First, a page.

Wednesday, March 17, 2010
Park's "Oldboy" and "Looking for Mr. Vengeance"
Park chan-wook (S. Korea) made a trilogy of films called “Vengance”. In 2003, I saw “Oldboy” at a Landmark theater, based on the bizarre concept of keeping a kidnapped man locked in a hotel room for fifteen years.
The first of the films is “Sympathy for Mr. Vengeance” (2002) (“Boksuneun naui geot”). The film explores several moral concepts before the plot becomes complicated and violent. Ryu (Shin Ha-Kyun) is a deaf mute, fond of an older sister (the “mandatory loyalty to blood” theme) who needs a kidney transplant. He’s not a suitable RH match, but a crooked businessman offers him money and a suitable kidney if he will donate his anyway. The crook reneges, and a complicated, almost Shakespearian, plot of revenge follows after Ryu is fired from his job. He has a left-wing “revolutionary anarchist” girl friend Cha Young-mi, with whom he plots to kidnap a member of his former boss’s family (again, family vulnerability). There follows a series of violent traps and developments.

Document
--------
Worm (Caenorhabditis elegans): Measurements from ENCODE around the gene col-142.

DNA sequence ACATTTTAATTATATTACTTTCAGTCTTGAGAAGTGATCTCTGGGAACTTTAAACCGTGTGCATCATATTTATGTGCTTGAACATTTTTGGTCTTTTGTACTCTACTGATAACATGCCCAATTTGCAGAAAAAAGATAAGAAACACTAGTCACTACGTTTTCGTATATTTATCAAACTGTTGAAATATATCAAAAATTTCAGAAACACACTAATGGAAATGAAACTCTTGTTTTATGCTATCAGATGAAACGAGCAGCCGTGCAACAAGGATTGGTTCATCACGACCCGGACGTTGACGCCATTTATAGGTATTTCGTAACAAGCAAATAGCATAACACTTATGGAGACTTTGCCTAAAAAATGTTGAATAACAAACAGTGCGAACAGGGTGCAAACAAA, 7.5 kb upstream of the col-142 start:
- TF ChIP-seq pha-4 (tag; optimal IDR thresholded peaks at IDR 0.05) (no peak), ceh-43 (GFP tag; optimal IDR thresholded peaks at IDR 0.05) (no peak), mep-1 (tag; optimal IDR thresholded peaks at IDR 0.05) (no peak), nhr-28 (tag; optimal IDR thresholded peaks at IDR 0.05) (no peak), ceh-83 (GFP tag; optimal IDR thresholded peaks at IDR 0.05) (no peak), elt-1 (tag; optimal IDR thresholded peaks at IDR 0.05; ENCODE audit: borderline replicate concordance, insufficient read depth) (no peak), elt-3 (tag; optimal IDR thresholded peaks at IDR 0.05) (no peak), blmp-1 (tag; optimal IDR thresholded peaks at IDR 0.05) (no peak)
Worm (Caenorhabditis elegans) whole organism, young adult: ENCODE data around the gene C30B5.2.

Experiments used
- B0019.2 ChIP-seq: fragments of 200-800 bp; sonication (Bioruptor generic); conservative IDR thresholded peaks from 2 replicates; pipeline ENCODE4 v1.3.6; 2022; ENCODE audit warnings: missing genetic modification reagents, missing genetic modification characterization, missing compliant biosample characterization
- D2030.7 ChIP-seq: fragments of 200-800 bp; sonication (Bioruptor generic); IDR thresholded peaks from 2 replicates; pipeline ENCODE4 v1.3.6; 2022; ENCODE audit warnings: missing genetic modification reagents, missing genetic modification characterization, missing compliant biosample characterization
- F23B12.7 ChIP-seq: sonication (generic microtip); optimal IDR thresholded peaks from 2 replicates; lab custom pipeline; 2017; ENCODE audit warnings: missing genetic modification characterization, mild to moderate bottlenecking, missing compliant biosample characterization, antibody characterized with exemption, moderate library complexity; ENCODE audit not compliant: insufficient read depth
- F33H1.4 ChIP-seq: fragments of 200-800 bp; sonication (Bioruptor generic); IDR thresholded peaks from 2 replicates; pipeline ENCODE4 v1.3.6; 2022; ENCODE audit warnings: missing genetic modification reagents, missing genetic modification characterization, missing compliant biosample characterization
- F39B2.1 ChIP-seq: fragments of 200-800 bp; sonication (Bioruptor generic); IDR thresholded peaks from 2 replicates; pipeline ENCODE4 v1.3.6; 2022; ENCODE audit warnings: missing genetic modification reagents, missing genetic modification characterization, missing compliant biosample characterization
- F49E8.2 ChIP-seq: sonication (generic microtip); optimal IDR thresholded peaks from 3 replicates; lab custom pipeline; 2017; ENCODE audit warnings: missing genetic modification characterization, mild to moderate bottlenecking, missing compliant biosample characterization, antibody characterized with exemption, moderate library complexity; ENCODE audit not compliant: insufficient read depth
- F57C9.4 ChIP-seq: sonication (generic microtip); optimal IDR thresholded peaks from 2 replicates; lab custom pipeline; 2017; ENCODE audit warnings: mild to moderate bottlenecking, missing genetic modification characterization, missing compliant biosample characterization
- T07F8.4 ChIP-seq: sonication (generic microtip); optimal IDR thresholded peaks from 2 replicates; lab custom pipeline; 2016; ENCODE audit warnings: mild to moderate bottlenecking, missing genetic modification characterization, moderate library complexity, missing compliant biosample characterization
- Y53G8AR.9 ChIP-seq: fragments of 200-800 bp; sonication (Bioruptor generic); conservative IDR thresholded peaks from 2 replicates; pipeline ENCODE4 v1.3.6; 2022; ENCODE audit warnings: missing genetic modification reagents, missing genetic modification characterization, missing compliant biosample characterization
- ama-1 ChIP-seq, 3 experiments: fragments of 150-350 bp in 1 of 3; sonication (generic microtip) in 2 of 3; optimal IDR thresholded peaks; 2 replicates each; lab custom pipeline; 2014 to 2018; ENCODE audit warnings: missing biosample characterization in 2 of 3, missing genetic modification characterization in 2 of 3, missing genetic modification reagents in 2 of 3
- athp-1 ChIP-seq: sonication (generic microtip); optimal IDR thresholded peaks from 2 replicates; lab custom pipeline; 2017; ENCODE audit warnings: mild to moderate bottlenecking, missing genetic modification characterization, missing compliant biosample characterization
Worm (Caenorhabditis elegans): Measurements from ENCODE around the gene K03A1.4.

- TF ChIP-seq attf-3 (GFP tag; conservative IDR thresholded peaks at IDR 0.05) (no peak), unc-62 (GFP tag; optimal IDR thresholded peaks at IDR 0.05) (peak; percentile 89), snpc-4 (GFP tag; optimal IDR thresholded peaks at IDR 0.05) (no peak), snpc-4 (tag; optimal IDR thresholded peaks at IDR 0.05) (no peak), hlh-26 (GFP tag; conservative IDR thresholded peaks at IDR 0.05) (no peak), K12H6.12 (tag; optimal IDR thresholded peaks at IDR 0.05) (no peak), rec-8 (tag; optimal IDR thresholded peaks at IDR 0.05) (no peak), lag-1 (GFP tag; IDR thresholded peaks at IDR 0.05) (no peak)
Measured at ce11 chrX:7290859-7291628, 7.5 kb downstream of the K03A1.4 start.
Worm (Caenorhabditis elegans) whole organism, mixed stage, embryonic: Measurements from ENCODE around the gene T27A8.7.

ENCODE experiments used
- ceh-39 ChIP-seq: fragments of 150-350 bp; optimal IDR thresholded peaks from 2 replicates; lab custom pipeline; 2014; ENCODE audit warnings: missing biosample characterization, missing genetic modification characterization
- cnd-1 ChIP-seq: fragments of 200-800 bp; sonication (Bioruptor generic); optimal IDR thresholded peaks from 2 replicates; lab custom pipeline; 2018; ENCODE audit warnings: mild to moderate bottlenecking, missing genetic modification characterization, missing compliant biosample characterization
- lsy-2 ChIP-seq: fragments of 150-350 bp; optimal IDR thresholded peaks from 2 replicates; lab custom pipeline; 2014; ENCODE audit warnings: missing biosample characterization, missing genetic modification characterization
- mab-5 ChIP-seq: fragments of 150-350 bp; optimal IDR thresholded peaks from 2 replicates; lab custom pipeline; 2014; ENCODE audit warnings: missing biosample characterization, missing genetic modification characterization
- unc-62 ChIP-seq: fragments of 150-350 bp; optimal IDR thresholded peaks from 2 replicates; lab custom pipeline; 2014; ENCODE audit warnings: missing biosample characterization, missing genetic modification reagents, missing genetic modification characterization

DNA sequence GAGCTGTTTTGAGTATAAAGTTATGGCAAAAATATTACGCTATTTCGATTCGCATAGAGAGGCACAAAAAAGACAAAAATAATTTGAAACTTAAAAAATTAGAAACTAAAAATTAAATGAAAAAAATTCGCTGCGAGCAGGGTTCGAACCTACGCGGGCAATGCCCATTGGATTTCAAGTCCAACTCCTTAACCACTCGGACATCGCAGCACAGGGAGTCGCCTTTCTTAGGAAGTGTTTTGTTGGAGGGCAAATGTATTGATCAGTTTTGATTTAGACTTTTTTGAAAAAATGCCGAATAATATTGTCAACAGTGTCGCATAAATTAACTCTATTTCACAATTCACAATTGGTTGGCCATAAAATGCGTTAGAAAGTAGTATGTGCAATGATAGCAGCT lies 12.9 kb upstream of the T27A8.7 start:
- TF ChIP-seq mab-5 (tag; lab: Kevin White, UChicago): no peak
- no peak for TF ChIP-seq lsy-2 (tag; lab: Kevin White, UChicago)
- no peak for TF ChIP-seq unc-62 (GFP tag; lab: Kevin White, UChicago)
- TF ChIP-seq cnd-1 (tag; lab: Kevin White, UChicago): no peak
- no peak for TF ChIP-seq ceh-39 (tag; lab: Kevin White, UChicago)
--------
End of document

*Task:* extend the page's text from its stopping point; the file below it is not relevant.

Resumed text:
Park makes his films anamorphic and fills the eye with lots of scenes drawn into abstraction (like the medical scenes or the oceanfront scenes), almost as if the story took place on another planet. Occasionally he mentions other ideas, like the idea that Ryu’s sister had to be able to pay for her transplant, or else stay in hemodialysis, tracking to the health care debate today.
I do wonder about the "left-wing" ideas in a South Korean film (with Seoul on great display), with North Korea menacing the country.
The trilogy is distributed by Tartan films.
Park also directed “Thirst” (2009), from Focus, on my “disaster movies” blog March 16.
On April 20, 2007, movie critic Stephen Hunter of the Washington Post wrote a column "Cinematic Clues To Understand The Slaughter: Did Asian Thrillers Like 'Oldboy' Influence the Va. Tech Shooter?" For link, see file "mfest" on my "doaskdotell/movies" site.